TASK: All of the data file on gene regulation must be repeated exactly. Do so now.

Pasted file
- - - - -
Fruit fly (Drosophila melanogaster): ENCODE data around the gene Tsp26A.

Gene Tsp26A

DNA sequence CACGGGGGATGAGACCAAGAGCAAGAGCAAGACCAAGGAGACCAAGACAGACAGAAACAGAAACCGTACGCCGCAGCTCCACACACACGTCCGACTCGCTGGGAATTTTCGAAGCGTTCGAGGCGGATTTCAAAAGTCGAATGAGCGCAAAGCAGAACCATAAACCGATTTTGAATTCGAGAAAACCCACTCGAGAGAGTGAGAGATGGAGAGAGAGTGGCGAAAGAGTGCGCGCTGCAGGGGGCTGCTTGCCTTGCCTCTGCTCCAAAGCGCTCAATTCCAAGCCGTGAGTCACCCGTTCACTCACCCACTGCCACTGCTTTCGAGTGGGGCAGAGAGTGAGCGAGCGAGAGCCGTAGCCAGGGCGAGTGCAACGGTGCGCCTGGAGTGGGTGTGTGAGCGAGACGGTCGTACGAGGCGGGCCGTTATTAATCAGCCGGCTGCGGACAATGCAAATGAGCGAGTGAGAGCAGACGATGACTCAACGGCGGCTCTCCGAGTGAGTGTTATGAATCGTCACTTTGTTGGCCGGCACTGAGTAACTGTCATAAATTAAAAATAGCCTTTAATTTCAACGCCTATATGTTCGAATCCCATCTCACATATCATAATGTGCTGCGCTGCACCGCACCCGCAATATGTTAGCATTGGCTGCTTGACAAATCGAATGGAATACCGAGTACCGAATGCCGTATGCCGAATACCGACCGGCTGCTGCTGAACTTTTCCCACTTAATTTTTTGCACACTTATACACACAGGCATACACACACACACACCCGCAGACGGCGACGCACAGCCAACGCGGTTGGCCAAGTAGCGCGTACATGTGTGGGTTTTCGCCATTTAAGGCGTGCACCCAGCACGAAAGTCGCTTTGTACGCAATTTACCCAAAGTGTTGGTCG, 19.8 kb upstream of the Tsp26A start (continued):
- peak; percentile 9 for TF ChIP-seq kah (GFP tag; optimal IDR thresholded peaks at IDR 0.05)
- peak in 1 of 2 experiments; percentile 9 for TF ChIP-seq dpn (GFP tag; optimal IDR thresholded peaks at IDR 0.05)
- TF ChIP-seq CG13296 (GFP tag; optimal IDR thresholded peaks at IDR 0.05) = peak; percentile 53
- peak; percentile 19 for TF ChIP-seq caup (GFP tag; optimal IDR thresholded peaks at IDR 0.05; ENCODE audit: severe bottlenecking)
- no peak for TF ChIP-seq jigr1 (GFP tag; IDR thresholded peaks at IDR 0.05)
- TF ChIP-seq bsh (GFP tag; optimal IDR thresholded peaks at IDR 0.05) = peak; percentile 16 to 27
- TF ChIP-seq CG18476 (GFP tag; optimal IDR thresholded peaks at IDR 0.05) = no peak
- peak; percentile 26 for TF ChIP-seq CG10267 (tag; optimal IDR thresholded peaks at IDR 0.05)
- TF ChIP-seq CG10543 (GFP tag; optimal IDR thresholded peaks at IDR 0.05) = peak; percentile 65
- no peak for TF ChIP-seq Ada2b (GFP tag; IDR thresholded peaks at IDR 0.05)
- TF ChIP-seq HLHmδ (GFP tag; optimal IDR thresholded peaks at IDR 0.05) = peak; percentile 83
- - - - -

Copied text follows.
Fruit fly (Drosophila melanogaster): ENCODE data around the gene Tsp26A.

Gene Tsp26A

DNA sequence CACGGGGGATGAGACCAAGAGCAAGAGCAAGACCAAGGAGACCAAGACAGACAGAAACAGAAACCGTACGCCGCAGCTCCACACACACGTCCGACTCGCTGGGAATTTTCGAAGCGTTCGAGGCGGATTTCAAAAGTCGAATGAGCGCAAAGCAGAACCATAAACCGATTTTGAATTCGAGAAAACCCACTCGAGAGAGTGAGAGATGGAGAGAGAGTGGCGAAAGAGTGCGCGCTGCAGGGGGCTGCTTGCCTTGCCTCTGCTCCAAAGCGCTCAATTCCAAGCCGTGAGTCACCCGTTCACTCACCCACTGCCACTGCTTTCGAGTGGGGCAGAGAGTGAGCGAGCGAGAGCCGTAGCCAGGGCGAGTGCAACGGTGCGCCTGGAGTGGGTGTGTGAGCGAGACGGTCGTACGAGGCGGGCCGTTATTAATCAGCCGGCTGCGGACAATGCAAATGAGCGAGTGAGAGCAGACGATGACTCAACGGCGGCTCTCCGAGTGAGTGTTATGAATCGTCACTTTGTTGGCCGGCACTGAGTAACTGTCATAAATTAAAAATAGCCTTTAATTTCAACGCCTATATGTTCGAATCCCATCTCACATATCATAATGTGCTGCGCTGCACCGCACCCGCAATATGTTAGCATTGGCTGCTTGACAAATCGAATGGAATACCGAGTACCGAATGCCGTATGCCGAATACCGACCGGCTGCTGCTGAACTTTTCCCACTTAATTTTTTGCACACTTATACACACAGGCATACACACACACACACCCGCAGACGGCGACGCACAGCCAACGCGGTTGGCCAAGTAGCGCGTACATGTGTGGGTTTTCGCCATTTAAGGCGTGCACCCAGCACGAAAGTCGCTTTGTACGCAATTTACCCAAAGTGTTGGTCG, 19.8 kb upstream of the Tsp26A start (continued):
- peak; percentile 9 for TF ChIP-seq kah (GFP tag; optimal IDR thresholded peaks at IDR 0.05)
- peak in 1 of 2 experiments; percentile 9 for TF ChIP-seq dpn (GFP tag; optimal IDR thresholded peaks at IDR 0.05)
- TF ChIP-seq CG13296 (GFP tag; optimal IDR thresholded peaks at IDR 0.05) = peak; percentile 53
- peak; percentile 19 for TF ChIP-seq caup (GFP tag; optimal IDR thresholded peaks at IDR 0.05; ENCODE audit: severe bottlenecking)
- no peak for TF ChIP-seq jigr1 (GFP tag; IDR thresholded peaks at IDR 0.05)
- TF ChIP-seq bsh (GFP tag; optimal IDR thresholded peaks at IDR 0.05) = peak; percentile 16 to 27
- TF ChIP-seq CG18476 (GFP tag; optimal IDR thresholded peaks at IDR 0.05) = no peak
- peak; percentile 26 for TF ChIP-seq CG10267 (tag; optimal IDR thresholded peaks at IDR 0.05)
- TF ChIP-seq CG10543 (GFP tag; optimal IDR thresholded peaks at IDR 0.05) = peak; percentile 65
- no peak for TF ChIP-seq Ada2b (GFP tag; IDR thresholded peaks at IDR 0.05)
- TF ChIP-seq HLHmδ (GFP tag; optimal IDR thresholded peaks at IDR 0.05) = peak; percentile 83